From Homer to Menander: Forces in Greek Poetic Fiction

By L. A. Post | Go to book overview

III
The Social Consciousness
of Aeschylus

THERE IS a gap of at least two centuries between Homer and Aeschylus. With Aeschylus we are within the frame of recorded history. He helped to make history at Marathon, as he boasted in his epitaph; and his account of the struggle at Salamis in his Persians is our most trustworthy historical source for the battle that turned the tide against Xerxes in 480 B.C. He did not boast of his tragedies, of which there were at least sixty, for he had dedicated them to time. They continued to be performed by special regulation at Athens after his death. Actually he was, more than any one man after Homer, the inventor of tragedy, since he first gave the actors more to say than the chorus and increased their number. The grandeur of story and diction that Aristotle also requires for tragedy can be seen in his seven extant plays.

The influence of Homer on tragedy is often underestimated. The appearance of gods, whether at beginning or end, or as actors in a play, needs no other explanation than Homer's use of the gods as symbols or as machinery. Even the choruses in tragedy have their counterparts in Homer. Consider what Aeschylus has done in recasting the story of Achilles from the Iliad. In the three plays of his trilogy he used choruses of Myrmidons, Nereids, and Phrygians, that is, Trojans. The Myrmidons do not speak, but are described collectively, in Homer. Aeschylus had only to make them vocal and to let them be present when the death of Patroclus was reported. So with the Nereids; they accompany Thetis as a wailing chorus when she goes to help her son. They have no words, though their names are given. Aeschylus presumably kept them

-56-

Notes for this page

Add a new note
If you are trying to select text to create highlights or citations, remember that you must now click or tap on the first word, and then click or tap on the last word.
One moment ...
Project items

Items saved from this book

This book has been saved
Highlights (0)
Some of your highlights are legacy items.

Highlights saved before July 30, 2012 will not be displayed on their respective source pages.

You can easily re-create the highlights by opening the book page or article, selecting the text, and clicking “Highlight.”

Citations (0)
Some of your citations are legacy items.

Any citation created before July 30, 2012 will labeled as a “Cited page.” New citations will be saved as cited passages, pages or articles.

We also added the ability to view new citations from your projects or the book or article where you created them.

Notes (0)
Bookmarks (0)

You have no saved items from this book

Project items include:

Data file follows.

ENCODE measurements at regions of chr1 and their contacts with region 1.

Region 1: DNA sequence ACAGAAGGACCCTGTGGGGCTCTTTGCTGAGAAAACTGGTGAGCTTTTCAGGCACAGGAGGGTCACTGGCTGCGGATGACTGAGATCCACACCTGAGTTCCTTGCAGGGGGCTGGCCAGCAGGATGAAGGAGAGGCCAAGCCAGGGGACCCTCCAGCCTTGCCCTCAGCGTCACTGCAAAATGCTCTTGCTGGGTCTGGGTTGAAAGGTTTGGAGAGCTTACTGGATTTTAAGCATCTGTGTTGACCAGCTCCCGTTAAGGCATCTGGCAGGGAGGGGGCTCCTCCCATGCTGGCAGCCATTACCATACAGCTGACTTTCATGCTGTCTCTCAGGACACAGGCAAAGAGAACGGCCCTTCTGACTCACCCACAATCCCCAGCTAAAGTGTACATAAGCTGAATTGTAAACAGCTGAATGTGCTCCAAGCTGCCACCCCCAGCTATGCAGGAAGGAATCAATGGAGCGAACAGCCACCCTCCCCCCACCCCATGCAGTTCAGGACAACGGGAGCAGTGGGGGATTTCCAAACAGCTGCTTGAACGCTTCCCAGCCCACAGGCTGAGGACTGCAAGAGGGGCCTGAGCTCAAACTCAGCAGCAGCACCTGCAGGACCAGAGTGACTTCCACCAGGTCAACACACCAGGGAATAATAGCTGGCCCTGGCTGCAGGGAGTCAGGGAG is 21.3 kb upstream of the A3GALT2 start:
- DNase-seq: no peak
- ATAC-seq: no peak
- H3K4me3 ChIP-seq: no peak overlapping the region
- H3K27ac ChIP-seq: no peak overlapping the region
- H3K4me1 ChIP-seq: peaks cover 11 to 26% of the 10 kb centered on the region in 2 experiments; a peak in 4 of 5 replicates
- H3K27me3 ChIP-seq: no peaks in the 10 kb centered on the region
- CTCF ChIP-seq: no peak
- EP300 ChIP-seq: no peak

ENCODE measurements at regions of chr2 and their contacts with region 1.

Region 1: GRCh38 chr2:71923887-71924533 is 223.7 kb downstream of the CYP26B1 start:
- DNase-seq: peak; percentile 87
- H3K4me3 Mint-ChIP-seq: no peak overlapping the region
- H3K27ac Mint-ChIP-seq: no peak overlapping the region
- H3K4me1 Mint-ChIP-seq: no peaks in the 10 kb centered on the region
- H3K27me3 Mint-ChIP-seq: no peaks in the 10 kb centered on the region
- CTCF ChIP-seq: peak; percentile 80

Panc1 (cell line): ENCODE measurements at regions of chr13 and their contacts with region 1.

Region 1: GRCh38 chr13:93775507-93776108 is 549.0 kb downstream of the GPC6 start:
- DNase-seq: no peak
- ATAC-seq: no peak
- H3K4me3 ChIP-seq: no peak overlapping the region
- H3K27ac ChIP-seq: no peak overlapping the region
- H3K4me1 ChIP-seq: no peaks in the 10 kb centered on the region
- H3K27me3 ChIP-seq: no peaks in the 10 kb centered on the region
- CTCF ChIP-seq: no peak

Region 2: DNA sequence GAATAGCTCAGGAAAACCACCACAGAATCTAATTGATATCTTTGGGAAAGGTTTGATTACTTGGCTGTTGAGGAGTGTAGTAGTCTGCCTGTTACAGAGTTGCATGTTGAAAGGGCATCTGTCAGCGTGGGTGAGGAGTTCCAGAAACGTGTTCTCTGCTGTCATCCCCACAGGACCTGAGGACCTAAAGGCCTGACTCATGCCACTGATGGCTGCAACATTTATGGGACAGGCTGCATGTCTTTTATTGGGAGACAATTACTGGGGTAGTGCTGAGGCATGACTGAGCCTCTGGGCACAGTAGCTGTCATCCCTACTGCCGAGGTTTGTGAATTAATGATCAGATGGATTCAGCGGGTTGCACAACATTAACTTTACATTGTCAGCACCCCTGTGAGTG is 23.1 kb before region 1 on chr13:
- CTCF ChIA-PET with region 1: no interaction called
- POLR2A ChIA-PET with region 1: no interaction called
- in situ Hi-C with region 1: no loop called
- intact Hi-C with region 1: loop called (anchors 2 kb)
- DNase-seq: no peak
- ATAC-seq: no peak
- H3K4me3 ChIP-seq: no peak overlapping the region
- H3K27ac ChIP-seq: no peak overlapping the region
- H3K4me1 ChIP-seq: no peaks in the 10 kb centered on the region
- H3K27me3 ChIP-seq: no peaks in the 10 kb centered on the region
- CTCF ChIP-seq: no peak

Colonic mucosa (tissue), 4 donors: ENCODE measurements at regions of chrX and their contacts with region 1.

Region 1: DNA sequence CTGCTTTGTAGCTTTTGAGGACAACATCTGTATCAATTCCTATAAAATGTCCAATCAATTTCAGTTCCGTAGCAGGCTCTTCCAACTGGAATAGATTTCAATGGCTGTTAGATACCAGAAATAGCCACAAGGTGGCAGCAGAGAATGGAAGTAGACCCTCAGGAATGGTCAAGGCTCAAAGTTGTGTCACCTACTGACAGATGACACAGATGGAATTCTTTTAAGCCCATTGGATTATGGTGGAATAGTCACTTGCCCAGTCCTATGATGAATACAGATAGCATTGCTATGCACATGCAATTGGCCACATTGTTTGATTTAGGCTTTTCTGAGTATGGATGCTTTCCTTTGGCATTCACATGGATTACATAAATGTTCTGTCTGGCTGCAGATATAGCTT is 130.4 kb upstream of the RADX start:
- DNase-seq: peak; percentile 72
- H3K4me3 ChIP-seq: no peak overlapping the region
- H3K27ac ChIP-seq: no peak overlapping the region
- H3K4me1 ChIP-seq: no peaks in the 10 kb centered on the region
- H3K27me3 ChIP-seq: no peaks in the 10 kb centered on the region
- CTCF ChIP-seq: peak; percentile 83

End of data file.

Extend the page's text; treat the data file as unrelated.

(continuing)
• Saved book/article
  • Highlights
  • Quotes/citations
  • Notes
  • Bookmarks
Notes
Cite this page

Cited page

Style
Citations are available only to our active members.
Sign up now to cite pages or passages in MLA, APA and Chicago citation styles.

(Einhorn, 1992, p. 25)

(Einhorn 25)

1

1. Lois J. Einhorn, Abraham Lincoln, the Orator: Penetrating the Lincoln Legend (Westport, CT: Greenwood Press, 1992), 25, http://www.questia.com/read/27419298.

Cited page

Bookmark this page
From Homer to Menander: Forces in Greek Poetic Fiction
Settings

Settings

Typeface
Text size Smaller Larger
Search within

Search within this book

Look up

Look up a word

  • Dictionary
  • Thesaurus
Please submit a word or phrase above.
Print this page

Print this page

Why can't I print more than one page at a time?

Full screen
/ 333

matching results for page

Cited passage

Style
Citations are available only to our active members.
Sign up now to cite pages or passages in MLA, APA and Chicago citation styles.

"Portraying himself as an honest, ordinary person helped Lincoln identify with his audiences." (Einhorn, 1992, p. 25).

"Portraying himself as an honest, ordinary person helped Lincoln identify with his audiences." (Einhorn 25)

"Portraying himself as an honest, ordinary person helped Lincoln identify with his audiences."1

1. Lois J. Einhorn, Abraham Lincoln, the Orator: Penetrating the Lincoln Legend (Westport, CT: Greenwood Press, 1992), 25, http://www.questia.com/read/27419298.

Cited passage

Welcome to the new Questia Reader

The Questia Reader has been updated to provide you with an even better online reading experience.  It is now 100% Responsive, which means you can read our books and articles on any sized device you wish.  All of your favorite tools like notes, highlights, and citations are still here, but the way you select text has been updated to be easier to use, especially on touchscreen devices.  Here's how:

1. Click or tap the first word you want to select.
2. Click or tap the last word you want to select.

OK, got it!

Thanks for trying Questia!

Please continue trying out our research tools, but please note, full functionality is available only to our active members.

Your work will be lost once you leave this Web page.

For full access in an ad-free environment, sign up now for a FREE, 1-day trial.

Already a member? Log in now.